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Friction leads Shanahan to consider other jobs

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Tension between the Browns' front office and the coaching staff is reportedly leading Kyle Shanahan to consider taking another job.

Ken Blaze-USA TODAY Sports

The Cleveland Browns are synonymous with dysfunction.

This isn't a recent revelation, but further proof emerged today in a report by Mary Kay Cabot of Cleveland.com. According to the local beat reporter, current offensive coordinator Kyle Shanahan is considering a lateral move to escape "friction between coaches and the front office."

That didn't take long.

The story surfaced following news of Shanahan's interest in changing jobs over the offseason. The Bills have an interview scheduled for Thursday with the 35-year-old coach, while the 49ers, Raiders and Bills are all reportedly interested in hiring his father, Mike, as head coach and Kyle as offensive coordinator.

Cabot reported that multiple sources cited issues between the coaches and the personnel side as a reason for Shanahan's search for a new job. The most surprising part of Cabot's article lies in this phrase:

One source said some coaches became upset when a high-ranking personnel member texted from the press box to the sidelines about play calls.

First of all, shouldn't the personnel member waited until after the game to voice his critique? Second of all, why is the personnel department getting involved in this part of football operations?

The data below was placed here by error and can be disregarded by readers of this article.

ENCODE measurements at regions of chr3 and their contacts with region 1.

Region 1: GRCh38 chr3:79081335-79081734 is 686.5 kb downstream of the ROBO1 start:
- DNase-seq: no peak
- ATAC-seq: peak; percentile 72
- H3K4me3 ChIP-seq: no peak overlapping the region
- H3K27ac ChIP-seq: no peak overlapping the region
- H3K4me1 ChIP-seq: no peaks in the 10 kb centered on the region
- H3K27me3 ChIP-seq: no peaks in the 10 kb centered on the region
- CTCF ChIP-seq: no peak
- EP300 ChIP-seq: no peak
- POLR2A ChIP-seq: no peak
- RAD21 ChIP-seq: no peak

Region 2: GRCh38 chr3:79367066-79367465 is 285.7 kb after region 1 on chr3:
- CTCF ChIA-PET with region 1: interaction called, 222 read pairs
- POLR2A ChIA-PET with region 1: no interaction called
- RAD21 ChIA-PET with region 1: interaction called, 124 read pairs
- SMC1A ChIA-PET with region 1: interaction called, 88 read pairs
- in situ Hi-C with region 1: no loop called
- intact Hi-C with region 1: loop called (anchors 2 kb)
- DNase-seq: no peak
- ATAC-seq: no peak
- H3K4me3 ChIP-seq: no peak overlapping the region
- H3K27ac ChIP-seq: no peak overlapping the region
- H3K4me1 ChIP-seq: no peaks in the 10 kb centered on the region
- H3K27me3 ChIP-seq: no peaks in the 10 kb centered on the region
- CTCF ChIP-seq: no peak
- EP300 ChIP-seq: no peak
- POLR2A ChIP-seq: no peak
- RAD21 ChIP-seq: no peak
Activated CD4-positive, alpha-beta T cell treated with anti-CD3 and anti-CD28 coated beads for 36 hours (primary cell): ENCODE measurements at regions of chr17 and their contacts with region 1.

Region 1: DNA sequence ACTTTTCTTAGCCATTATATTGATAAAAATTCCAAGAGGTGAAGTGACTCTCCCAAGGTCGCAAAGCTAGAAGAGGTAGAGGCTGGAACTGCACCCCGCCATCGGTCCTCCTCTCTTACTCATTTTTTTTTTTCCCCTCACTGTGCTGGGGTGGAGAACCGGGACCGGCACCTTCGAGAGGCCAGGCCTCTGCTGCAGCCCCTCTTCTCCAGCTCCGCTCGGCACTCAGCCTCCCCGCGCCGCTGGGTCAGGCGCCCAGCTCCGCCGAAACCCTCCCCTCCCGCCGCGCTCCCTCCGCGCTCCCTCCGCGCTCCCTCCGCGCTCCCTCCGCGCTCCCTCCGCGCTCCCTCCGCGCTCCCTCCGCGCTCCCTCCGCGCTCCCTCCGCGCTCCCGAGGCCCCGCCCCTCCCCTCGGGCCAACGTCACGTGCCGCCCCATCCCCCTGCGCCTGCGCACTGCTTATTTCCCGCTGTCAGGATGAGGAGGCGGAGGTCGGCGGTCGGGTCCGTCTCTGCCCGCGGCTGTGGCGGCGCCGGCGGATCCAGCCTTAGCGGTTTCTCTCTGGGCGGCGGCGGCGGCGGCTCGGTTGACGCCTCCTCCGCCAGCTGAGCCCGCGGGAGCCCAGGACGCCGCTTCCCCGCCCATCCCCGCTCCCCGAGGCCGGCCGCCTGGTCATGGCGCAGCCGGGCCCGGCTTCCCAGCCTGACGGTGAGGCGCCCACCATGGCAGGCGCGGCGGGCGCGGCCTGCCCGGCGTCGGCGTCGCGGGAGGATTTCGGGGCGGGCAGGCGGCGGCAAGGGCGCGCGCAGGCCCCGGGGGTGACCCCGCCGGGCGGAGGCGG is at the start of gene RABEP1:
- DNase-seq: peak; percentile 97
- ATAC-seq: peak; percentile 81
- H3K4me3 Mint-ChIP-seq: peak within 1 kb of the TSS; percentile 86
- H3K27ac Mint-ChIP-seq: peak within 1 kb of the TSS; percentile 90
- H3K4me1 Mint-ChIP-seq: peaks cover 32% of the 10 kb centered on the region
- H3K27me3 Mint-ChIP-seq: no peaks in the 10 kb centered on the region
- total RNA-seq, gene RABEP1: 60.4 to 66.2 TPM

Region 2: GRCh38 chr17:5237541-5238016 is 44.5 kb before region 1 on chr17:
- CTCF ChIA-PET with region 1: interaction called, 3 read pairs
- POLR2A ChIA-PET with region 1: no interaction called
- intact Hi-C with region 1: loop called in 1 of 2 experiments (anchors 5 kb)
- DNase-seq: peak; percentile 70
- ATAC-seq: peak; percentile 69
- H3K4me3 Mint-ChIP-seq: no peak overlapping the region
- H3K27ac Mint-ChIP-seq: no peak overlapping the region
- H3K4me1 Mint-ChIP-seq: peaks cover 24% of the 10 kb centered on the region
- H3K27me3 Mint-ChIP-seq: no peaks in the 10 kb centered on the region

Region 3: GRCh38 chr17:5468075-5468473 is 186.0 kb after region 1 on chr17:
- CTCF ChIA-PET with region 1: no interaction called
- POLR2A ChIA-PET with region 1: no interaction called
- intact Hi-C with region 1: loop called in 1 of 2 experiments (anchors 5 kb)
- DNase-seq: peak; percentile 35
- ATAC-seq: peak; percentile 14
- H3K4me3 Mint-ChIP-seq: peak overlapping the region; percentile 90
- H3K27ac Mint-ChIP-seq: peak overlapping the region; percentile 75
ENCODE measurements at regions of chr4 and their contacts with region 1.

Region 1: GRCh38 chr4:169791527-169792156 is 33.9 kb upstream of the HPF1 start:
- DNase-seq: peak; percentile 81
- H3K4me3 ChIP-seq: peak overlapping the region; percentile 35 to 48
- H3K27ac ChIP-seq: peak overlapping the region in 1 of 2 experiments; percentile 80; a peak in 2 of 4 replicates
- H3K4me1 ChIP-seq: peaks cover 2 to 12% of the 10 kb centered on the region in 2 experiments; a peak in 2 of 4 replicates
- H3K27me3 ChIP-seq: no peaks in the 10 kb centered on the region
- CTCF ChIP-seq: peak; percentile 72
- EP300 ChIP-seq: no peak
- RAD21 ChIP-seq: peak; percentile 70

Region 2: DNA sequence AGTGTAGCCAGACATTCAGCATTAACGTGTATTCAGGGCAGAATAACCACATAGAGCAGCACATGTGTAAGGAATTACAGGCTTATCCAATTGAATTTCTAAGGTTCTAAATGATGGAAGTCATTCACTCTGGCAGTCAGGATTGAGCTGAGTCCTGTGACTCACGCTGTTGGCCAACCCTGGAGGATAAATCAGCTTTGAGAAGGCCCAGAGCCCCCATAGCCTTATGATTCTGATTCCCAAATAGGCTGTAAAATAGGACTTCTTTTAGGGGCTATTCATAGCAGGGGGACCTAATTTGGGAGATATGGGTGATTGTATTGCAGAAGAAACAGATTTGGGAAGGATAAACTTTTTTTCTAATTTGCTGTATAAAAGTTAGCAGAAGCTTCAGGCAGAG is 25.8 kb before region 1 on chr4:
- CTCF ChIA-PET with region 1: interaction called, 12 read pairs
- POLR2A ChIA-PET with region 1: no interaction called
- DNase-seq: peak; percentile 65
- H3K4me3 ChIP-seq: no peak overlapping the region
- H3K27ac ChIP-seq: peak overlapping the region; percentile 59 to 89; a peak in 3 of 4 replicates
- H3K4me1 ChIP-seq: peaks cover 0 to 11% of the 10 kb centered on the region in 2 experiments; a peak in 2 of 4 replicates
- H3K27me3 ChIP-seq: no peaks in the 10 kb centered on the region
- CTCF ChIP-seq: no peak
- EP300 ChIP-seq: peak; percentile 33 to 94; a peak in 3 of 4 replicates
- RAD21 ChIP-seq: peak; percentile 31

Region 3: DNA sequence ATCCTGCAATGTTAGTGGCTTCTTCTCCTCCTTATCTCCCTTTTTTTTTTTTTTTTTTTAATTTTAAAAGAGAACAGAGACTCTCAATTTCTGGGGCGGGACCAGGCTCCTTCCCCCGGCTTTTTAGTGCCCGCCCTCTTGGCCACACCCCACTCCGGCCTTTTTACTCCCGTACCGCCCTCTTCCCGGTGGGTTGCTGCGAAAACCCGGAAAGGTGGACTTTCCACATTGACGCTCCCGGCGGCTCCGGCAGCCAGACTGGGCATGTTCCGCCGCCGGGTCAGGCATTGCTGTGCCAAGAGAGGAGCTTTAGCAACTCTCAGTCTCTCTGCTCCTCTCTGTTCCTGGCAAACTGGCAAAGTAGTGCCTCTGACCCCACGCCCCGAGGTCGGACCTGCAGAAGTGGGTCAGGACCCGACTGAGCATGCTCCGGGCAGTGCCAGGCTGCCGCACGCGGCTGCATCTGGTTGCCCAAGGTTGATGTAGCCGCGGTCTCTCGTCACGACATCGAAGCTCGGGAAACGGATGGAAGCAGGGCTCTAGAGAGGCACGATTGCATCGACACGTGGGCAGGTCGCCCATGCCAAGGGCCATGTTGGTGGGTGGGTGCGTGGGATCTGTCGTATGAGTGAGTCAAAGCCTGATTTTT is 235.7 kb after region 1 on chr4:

However, the most critical question is this: who sent the text? If it was Ray Farmer, the Browns have serious problems. If it was another official, this isn't as big of a deal.

The text itself likely isn't the only thing causing friction between the front office and coaching staff. The situation at quarterback with Brian Hoyer and Johnny Manziel likely has a lot to do with that. Instead, the text symbolizes an apparent disconnect between the two departments. If this is the case, Farmer and Mike Pettine better be working to solve their differences.

Either way, any lateral move Kyle Shanahan makes must be approved by the Browns, since he is under contract through the 2015 season. Even if Shanahan were to receive the title of "assistant head coach" from his future employer, the Browns would still have to agree to the move.

Shanahan's ultimate goal, as he stated in October, is to become a head coach. However, according to Cabot, "[Kyle Shanahan is] excited about the idea of trying to win a Super Bowl with his father and finishing the job they started in Washington."

The Browns seem willing to release Kyle Shanahan of his contract should the veteran offensive coordinator choose to take his talents elsewhere. Losing Shanahan would be a significant blow to the staff, as he helped the unit accomplish more than anyone expected in the first half of the season.

The club has reportedly already reached out to several coaches in the case that Shanahan hits the road.

Nothing says "problem solver" like Charlie Weis.

More will likely emerge on this story in the coming days, but chalk this one up as just another (and likely not the last) in a long line of stories about dysfunction within the Cleveland Browns organization.